Higher Education Quick Takes

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Thursday, October 7, 2010 - 3:00am

Officials in Turkey are quietly easing bans on the wearing of Islamic headscarves at universities, The Wall Street Journal reported. The head of Turkey's Higher Education Board recently ordered Istanbul University to bar professors from kicking students out of classes. That move followed an incident where a professor ejected a student for wearing a hat (which is what some students wear instead of a head scarf). Students at the university report that they have been told that they may wear headscarves, and some women have started doing so.

Thursday, October 7, 2010 - 3:00am

John F. Kennedy University this week removed a garden over which it had been sued by a graduate student who uses a wheelchair, the San Jose Mercury News reported. The student charged that the garden was not accessible to those with disabilities, but he said that he wanted to open it up to all, not to have it eliminated. Supporters of the garden said that they were stunned by the development because they had raised much of the money needed to make the garden accessible.

Thursday, October 7, 2010 - 3:00am

Columbia University has been named the most sexually healthy university in this year's annual rankings by Trojan and Rock the Vote. Columbia is followed by Michigan State University, Ohio State University, the University of Michigan and Brown University. The five worst universities in terms of sexual health, from the bottom, are the University of Idaho, Brigham Young University, DePaul University, Marshall University and Chicago State University. The methodology for the rankings includes such factors as health center hours, availability of condoms and other forms of contraception, the availability of testing for sexually transmitted diseases, and sex advice columns in student newspapers.

Thursday, October 7, 2010 - 3:00am

The Nobel Prize in Literature 2010 was awarded to Mario Vargas Llosa, the Peruvian author, "for his cartography of structures of power and his trenchant images of the individual's resistance, revolt, and defeat." The Nobel committee released this biography of the winner, along with lists of his books available in various languages.

Wednesday, October 6, 2010 - 3:00am

Privately held Keiser University on Monday filed a lawsuit against Florida State College at Jacksonville, alleging that two of the college's administrators “disseminated false information about proprietary schools, including Keiser, by working through advocacy groups and 'short sellers' who profit when the price of a publicly traded stock declines in value." Keiser, which is based in Florida, says its enrollment has declined and that companies and high schools are reluctant to set up partnerships since scrutiny of the for-profit sector, within the Obama administration and in Congress, has heightened in the last year.

Wednesday, October 6, 2010 - 3:00am

California's Supreme Court on Tuesday heard arguments over the legality of the state offering in-state tuition rates to immigrant students without the legal documentation to reside permanently in the United States. The Los Angeles Times reported that justices appeared skeptical of the suit challenging the in-state rates for such students, currently estimated to number at 25,000 at the state's public colleges and universities. Because these students are not eligible for most federal and state aid programs, many would be likely unable to pay out-of-state tuition rates.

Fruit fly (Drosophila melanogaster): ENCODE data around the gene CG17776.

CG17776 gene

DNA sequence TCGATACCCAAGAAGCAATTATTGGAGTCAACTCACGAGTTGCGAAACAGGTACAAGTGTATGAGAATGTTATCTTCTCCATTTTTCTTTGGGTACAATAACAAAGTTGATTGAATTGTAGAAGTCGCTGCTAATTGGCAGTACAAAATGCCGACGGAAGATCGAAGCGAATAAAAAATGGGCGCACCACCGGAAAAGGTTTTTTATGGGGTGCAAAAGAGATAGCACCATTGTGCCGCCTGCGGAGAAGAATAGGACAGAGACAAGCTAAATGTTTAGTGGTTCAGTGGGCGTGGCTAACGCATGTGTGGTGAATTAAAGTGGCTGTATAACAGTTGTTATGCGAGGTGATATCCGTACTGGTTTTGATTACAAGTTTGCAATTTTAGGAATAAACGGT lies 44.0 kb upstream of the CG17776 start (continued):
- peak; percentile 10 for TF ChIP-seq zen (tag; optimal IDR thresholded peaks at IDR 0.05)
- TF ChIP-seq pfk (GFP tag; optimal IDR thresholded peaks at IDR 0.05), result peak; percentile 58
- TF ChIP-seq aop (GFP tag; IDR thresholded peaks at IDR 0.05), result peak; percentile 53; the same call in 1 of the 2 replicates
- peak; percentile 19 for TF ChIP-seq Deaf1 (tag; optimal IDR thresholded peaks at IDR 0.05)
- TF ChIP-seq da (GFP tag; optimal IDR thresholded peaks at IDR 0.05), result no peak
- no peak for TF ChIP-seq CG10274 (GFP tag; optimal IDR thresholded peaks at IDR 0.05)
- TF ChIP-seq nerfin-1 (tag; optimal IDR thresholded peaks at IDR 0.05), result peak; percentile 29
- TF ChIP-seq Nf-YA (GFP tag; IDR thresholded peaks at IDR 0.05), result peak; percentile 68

Wednesday, October 6, 2010 - 3:00am

The New York Public Library will today name Anthony W. Marx, currently president of Amherst College, as its next president, The New York Times reported. The New York Public Library is a major force in scholarship through its extensive research collections, and also has neighborhood branches throughout the city offering books, other materials, and educational programs.

Wednesday, October 6, 2010 - 3:00am

For 21 percent of Americans, saving for college for a child or children was the top savings priority in the last year, second only to saving for retirement (22 percent) as the first priority, according to a poll conducted by Sallie Mae and Gallup. Generally, the poll found stable rates of saving for college, which Sallie Mae said was a positive sign given the economic pressures placed on many families in the last year. Of those who are not saving for college at all, 18 percent said that they do not know how, and 28 percent said that they were not sure of the best savings options.

Wednesday, October 6, 2010 - 3:00am

Henry R. Kravis, co-founder of Kohlberg Kravis Roberts & Co., has donated $100 million to Columbia University's business school -- the largest gift in the school's history. The funds will support construction of the business school's new campus, north of Columbia's Morningside campus.

Wednesday, October 6, 2010 - 3:00am

The 2010 Nobel Prize in Chemistry was awarded jointly this morning to Richard F. Heck, Ei-ichi Negishi and Akira Suzuki "for palladium-catalyzed cross couplings in organic synthesis." Heck is Willis F. Harrington Professor Emeritus at University of Delaware. Negishi is Herbert C. Brown Distinguished Professor of Chemistry at Purdue University. Suzuki is Distinguished Professor Emeritus at Hokkaido University.

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